I'm going to go out on a limb and guess that the Wall Street Journals' core readership is not made up of NFL football fans. Or, at least, not fans of teams that play in New York, Minnesota or Indianapolis. How else to explain this nugget from Jason Gay's column:
May I root against the New Orleans Saints?
No, you may not. Rooting against the Saints is like rooting against Elin Nordegren. They're the Sentimental Team of the Century; if Dick Enberg were calling the NFC championship game, he'd need a trailer truck of Kleenex. Even if you forget everything that New Orleans endured during Hurricane Katrinaand how could you?they're the Saints, the former Aints, one of the most hard-luck franchises in the history of hard luck. Not long ago, newborns came into the world in New Orleans hospitals with tiny grocery bags on their heads.
If the Saints win this weekend, we expect the Louisiana Superdome to levitate off the ground, stop at Parkway Bakery & Tavern for a roast beef po'boy and fly straight to Miami for the Super Bowl.
Yes, the Saints are indeed a feel-good story (especially for every Who Dat in the country) and this franchise has come a long way since it genetically altered newborn babies some years ago (or that's how the story tells it, anyway), but have the Saints really reached a point where non-Who Dats would be remiss to root against them? A little competition never hurt anybody.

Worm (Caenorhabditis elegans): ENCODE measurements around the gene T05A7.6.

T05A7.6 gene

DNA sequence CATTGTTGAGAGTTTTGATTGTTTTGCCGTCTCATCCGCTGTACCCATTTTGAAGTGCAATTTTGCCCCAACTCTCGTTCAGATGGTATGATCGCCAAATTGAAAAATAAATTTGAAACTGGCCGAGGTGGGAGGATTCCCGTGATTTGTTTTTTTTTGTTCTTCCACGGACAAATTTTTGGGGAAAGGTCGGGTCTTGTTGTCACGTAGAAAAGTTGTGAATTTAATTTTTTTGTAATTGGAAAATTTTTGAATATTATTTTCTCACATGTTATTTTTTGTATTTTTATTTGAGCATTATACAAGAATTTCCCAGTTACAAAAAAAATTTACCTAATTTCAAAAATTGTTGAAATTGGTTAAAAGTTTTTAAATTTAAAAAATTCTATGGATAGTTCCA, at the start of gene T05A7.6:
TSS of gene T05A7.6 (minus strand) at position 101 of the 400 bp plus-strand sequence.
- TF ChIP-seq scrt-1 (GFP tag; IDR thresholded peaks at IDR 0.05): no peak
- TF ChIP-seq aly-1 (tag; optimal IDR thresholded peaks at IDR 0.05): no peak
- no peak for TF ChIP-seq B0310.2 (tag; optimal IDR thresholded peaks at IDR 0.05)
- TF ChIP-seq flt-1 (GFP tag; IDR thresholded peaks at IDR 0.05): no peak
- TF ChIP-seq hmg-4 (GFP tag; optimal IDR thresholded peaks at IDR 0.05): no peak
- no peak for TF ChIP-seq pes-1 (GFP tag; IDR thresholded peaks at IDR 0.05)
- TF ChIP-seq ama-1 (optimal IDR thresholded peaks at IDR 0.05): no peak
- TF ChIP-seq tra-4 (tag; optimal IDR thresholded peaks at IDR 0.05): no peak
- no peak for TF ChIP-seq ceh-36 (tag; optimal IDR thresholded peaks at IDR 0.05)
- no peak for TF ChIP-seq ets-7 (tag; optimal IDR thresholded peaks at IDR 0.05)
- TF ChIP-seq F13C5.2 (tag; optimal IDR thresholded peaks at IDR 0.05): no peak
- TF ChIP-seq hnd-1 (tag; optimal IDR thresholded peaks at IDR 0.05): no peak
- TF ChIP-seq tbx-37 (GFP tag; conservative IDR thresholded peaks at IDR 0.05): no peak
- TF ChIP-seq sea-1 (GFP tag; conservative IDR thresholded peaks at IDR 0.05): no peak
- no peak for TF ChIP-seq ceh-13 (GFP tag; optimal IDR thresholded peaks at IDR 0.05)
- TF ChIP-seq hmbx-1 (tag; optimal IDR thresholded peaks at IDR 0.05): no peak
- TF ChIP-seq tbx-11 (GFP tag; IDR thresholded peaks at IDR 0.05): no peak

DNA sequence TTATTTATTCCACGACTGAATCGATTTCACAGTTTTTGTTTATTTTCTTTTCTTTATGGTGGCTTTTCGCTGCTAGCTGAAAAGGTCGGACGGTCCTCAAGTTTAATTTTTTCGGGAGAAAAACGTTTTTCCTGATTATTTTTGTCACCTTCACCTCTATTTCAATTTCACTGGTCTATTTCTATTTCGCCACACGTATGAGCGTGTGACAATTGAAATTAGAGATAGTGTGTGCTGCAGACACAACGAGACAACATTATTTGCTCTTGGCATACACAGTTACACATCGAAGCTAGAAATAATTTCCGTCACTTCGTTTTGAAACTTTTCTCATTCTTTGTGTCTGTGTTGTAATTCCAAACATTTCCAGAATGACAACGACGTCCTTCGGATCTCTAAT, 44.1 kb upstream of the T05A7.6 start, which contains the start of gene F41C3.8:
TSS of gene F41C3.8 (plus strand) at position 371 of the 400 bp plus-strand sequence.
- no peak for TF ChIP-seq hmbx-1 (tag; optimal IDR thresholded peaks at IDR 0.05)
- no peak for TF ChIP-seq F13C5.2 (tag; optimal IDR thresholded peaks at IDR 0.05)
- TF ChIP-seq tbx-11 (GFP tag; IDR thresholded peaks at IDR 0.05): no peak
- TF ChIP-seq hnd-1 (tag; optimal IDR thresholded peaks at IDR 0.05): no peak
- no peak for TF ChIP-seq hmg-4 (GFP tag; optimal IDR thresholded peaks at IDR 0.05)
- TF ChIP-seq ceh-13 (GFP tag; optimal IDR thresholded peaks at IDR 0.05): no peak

Oh, and I get that the point of this article is to be funny. But it's not. Also, it begs the question: why is the Wall Street Journal trying to be funny at all? They don't have a dedicated sports or comedy section (sports is found under Life&Style) and they cater to people looking for serious news. Don't they have waymoreimportantthingstowriteabout?